There's no mistaking the directorial style of Oshi Mamoru. It's cold, calculating, at times ponderous, and all immensely engrossing. Patlabor 2: The Movie has got wonderful visuals, well-written soundtrack (by none other that Kawai Kenji), tightly directed action and a great ensemble cast. So why is the script so full of holes? Specifically, why is there such a feeling of, 'this would never happen in real life?'
Part of the reason is that many of the events which are used as plot elements were borrowed from real-life incidents. The defection of a MiG-25 pilot in 1978 really did happen, and the phantom attack by the three bogeys in Tokyo airspace borrows heavily from the now-infamous botched computer training simulation which accidentally sent the United States to Defcon 3 and near nuclear war with the Soviet Union. It seems that real-life events are often triggered by a series of random incidents -- and that usually makes for poor material for a fictional story. (There's something to the old saying, 'the truth is always stranger than fiction.') The suspense build-up for each event as it unfolds is gripping stuff, and Kawai's moody, sombre soundtrack gets the heart pounding with each passing frame. But there's a sense of disbelief when the final time table is laid out, and the threat of either a military coup or military intervention by the United States is threatened. These are shades of the final days of World War II, when a coup was planned to overthrow the Emperor after he decided to surrender the Imperial forces to the US. Yes, it's rather a rather poignant reminder about some of the realities of war, and what the responsibilities of each and every citizen should be, but it's all very pat. The script as a whole rings false when everything simply falls into place. Would the United States even conceive of intervening in the event of an apparant civil war in Japan? I highly doubt it; this to me sounds like some latent anti-American rhetoric on the part of Ito Kazunori.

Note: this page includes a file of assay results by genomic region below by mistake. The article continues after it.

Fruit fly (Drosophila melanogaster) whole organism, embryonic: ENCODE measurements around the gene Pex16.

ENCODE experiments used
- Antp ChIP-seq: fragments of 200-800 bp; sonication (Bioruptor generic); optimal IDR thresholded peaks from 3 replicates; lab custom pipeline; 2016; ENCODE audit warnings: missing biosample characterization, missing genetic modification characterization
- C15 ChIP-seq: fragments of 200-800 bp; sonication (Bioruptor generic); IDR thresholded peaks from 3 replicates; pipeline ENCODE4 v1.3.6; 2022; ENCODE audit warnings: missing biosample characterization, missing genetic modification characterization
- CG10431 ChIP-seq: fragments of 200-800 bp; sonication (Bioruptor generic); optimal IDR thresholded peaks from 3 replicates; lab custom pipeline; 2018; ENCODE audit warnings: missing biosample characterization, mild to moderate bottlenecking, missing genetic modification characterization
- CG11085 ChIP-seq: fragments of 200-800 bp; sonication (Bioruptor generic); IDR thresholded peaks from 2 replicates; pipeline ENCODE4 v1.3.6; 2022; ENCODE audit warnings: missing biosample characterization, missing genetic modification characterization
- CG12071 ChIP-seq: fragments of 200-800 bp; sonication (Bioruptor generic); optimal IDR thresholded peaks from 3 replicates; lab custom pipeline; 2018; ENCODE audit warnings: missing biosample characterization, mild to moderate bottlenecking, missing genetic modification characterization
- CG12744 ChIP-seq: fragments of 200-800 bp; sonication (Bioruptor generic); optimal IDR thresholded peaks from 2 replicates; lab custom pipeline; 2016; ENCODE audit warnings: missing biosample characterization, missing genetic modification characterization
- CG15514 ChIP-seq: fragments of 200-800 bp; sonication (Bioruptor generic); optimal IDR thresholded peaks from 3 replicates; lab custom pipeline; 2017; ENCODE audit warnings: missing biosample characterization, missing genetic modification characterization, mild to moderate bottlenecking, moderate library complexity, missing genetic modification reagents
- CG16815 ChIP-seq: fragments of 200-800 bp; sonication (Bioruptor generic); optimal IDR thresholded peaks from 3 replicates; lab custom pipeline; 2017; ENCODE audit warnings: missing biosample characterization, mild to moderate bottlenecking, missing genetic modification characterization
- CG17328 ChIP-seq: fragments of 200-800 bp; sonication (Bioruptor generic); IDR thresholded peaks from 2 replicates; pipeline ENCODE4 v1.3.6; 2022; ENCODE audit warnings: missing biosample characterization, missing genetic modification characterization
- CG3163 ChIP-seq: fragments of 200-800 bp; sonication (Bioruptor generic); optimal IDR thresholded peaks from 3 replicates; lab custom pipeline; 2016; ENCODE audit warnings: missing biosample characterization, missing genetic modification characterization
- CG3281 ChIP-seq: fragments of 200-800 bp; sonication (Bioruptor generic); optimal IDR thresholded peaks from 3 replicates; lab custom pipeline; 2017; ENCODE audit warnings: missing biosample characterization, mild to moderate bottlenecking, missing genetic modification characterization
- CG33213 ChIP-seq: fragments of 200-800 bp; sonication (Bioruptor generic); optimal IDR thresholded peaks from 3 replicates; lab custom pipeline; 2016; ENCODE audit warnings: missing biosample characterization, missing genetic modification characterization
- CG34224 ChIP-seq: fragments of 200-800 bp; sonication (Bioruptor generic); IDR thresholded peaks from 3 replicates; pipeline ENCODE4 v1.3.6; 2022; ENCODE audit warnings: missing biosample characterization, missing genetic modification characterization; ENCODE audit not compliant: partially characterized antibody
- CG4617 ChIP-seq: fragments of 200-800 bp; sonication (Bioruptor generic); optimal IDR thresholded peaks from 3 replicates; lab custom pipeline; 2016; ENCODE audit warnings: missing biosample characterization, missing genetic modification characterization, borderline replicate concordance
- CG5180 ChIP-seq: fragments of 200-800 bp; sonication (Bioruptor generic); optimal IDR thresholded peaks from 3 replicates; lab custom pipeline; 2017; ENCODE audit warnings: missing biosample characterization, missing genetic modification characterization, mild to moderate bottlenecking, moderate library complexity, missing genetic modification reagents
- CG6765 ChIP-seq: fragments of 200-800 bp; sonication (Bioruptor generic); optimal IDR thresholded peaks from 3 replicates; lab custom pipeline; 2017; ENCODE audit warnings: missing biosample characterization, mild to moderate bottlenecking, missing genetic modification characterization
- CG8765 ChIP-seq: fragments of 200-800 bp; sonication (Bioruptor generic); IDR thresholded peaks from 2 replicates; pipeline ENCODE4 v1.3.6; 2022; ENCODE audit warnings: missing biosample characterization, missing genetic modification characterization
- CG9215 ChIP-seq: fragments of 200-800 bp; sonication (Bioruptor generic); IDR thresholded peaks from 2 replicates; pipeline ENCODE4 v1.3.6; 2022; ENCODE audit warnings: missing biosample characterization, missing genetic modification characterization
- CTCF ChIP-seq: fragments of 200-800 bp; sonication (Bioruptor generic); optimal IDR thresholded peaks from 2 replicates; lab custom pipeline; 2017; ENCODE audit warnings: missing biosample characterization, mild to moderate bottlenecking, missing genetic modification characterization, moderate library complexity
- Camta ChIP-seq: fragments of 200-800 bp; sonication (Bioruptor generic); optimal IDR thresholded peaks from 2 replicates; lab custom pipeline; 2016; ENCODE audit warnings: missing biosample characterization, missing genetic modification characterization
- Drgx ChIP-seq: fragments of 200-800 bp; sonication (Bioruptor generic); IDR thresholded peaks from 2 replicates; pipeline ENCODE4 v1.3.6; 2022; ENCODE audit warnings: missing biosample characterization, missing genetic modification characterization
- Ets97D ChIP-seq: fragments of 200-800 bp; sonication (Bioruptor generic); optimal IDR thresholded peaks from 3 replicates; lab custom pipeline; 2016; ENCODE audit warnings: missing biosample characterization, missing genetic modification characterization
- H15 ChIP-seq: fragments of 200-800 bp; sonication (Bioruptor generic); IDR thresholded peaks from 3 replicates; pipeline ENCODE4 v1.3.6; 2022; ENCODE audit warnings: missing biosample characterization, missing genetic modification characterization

Animation is near the top of its class, with lots of smooth computer graphics effectively integrated with the highly detailed hand-drawn cell animation. But this movie also showed some budget constraints, with its preponderence of panned stills liberally sprinkled throughout the 108-minute long feature. I was also somewhat disturbed by the translations in this feature -- while very loose, and suitable in general, there were several instances where they were a little confusing, and detracted from the show's intent. This is a case where I would have liked to have seen a bit more literal translation at the cost of some continuity -- especially since with subtitling, continuity isn't as critical as when a feature is dubbed.
Characterisations are very similar to the first Patlabor movie. Many of the characters have moved on; Noa and Asuma are now involved witht he development of new labor interfaces, and even Ota has moved on -- he's a trainer for new recruits... a trainer from hell, that is. By far the most interesting character is the shady Arakawa Shigeki, the JSDF intelligence officer who is apparently working with his own agenda. But like so many Japanese films, you know right away that this is not a 'good guy'. For one, they always show him with an evil grin after each key scene, and secondly, his character has strabismus (both eyes don't track correctly). This latter feature is interesting; I don't recall ever seeing this in an animated feature before. It give the character a very disturbing sense of untrustworthiness, something the character designers no doubt had in mind. I simply wish that stereotypes would be tossed out of intelligent films like this one.
Despite its shortcomings, Patlabor 2: The Movie is highly entertaining. Many viewers will find it slow, and unwatchable (if you didn't enjoy Ghost in the Shell, you won't enjoy this one), but for those of you who would like to see a more intellectual side to anime, this is a fine example. I may not agree with what this show presents, but there's no denying its overall quality.
- AN, 98.01.10